12. Avatar hallelujah says:

      You stated earlier Openreach will not provision below 2Mb. Regardless my aunts so called “fibre” Infinity BT service runs at around 5Mb upload and only 1.8Mb download, she was told it was a fault when installed which would be rectified. 2 Years later and 7 engineer visits no improvement.

      The only reason she has not kicked up more fuss is prior to that she could have no broadband at all (too far from the exchange at over 8km) she has now got so called fibre infinity and is around 6km from the cabinet ive not had chance to measure exactly, but that is no doubt the reason for the lousy speeds. Clearly she should not had even been provisioned if what you say is correct, or if she should had been provisioned then she is not getting the 2Mb minimum.

    13. Avatar AndyH says:

      Provision means ordering the service – if the estimates fall below 2Mbps, you cannot order with Openreach.

      Your story doesn’t make much sense as you would never have been able to order FTTC on a line 6km from the DSLAM. Also two years ago, Openreach were not provisioning on lines below 10Mbps.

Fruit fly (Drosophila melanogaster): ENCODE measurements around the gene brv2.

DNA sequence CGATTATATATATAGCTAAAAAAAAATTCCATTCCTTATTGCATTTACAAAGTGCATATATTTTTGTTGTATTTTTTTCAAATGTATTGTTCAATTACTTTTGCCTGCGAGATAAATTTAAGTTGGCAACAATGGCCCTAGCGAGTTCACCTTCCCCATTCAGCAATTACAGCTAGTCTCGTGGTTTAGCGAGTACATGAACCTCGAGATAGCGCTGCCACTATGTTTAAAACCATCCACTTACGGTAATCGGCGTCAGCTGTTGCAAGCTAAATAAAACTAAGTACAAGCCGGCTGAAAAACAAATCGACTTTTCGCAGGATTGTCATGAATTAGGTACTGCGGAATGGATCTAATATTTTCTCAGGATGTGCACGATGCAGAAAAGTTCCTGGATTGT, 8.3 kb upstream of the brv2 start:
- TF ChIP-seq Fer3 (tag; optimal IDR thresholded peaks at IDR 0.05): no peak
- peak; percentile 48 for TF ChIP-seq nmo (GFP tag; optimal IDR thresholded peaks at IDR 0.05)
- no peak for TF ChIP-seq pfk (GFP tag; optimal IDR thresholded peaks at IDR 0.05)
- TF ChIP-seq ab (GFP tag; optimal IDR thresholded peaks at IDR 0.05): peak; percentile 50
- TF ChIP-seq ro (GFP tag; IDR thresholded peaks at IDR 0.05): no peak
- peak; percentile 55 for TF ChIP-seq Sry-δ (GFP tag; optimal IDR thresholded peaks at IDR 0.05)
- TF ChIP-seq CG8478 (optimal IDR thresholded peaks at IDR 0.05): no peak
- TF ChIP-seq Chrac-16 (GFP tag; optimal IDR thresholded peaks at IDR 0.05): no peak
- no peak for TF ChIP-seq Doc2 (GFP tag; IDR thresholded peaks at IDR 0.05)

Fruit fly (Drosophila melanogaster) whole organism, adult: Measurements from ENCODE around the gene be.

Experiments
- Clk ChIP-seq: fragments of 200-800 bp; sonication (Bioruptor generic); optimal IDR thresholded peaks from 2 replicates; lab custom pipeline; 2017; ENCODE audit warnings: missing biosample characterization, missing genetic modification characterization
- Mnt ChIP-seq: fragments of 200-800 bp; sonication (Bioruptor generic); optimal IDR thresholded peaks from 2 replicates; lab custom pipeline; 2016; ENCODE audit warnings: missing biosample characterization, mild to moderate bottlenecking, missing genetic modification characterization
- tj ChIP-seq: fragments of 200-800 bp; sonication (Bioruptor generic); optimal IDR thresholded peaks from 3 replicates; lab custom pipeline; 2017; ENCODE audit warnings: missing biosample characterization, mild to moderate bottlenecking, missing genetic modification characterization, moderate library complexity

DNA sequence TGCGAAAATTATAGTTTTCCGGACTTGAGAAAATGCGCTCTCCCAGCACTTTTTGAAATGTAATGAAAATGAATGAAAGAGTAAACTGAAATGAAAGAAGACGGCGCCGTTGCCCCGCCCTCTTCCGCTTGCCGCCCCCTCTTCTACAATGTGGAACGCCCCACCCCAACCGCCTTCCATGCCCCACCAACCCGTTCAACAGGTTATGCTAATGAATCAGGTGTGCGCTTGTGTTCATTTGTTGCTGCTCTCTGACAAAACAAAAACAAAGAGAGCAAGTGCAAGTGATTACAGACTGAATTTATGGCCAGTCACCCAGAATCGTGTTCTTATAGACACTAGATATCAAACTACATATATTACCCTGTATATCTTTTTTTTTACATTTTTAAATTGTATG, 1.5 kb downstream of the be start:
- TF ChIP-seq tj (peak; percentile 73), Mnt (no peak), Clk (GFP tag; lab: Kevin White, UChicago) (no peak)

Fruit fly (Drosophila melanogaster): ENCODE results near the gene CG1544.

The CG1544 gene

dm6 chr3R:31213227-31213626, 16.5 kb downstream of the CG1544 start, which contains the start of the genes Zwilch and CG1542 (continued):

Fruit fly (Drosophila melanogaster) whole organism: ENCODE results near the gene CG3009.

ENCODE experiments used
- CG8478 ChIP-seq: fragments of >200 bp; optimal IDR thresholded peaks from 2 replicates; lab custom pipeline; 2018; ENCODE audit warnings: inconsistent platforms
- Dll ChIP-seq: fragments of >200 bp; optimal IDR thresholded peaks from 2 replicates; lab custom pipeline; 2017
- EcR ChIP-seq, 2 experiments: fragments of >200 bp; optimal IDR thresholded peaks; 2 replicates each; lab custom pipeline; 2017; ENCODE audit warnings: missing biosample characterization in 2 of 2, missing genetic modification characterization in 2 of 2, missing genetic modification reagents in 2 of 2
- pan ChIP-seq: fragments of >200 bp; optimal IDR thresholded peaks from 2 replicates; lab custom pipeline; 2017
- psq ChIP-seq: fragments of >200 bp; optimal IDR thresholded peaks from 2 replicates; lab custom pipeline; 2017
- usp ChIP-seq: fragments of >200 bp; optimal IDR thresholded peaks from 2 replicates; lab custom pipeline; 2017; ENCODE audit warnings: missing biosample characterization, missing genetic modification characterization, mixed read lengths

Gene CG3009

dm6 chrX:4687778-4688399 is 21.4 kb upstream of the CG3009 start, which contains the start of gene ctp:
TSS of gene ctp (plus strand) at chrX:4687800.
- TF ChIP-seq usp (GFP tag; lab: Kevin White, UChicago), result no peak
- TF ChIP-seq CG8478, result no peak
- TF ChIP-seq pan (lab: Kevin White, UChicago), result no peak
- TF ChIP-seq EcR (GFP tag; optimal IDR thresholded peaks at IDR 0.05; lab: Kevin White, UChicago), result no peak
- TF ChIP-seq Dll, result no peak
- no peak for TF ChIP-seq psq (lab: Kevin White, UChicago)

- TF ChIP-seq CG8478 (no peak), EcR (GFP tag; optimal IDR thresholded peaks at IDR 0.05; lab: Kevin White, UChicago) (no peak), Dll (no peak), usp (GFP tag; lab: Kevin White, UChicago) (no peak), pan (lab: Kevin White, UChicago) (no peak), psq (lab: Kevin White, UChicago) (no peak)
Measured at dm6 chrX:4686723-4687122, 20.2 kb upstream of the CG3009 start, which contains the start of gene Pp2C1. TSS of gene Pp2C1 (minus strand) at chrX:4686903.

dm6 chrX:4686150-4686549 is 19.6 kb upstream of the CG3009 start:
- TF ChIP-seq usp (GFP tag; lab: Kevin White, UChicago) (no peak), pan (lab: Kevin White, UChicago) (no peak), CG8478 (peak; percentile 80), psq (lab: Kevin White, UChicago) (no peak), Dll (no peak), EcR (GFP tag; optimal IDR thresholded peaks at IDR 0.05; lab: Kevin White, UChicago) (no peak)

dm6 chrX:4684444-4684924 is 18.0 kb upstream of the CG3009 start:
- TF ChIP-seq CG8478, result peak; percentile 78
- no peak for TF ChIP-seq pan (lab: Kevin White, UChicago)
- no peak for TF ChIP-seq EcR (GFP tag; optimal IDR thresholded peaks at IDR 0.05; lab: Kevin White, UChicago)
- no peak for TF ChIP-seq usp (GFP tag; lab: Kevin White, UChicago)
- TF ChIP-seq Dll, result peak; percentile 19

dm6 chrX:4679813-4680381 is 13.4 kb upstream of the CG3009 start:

14. Avatar hallelujah says:

      Whether you think it makes sense or not that is what has occurred.

      What is the maximum line length you can order FTTC on then?

      As to the claim about “Openreach were not provisioning on lines below 10Mbps.”
      Clearly you are mistaken on that also.

  2. Avatar Patrick Cosgrove says:

    James, two of the links they gave me didn’t work. Unless I’m reading it incorrectly, the third gave me a range of speeds per local authority irrespective of whether lines were upgraded commercially, upgraded by a BDUK-funded programme, or not upgraded at all. I asked for the ranges of speeds per BDUK-funded area, which is quite different. But I’m happy to stand corrected. Kind regards, Patrick

    1. Avatar gerarda says:

      The data DCMS were referring is national data, if you can count only having data for three quarters of the country as being national and does not break it down into funded and non-funded.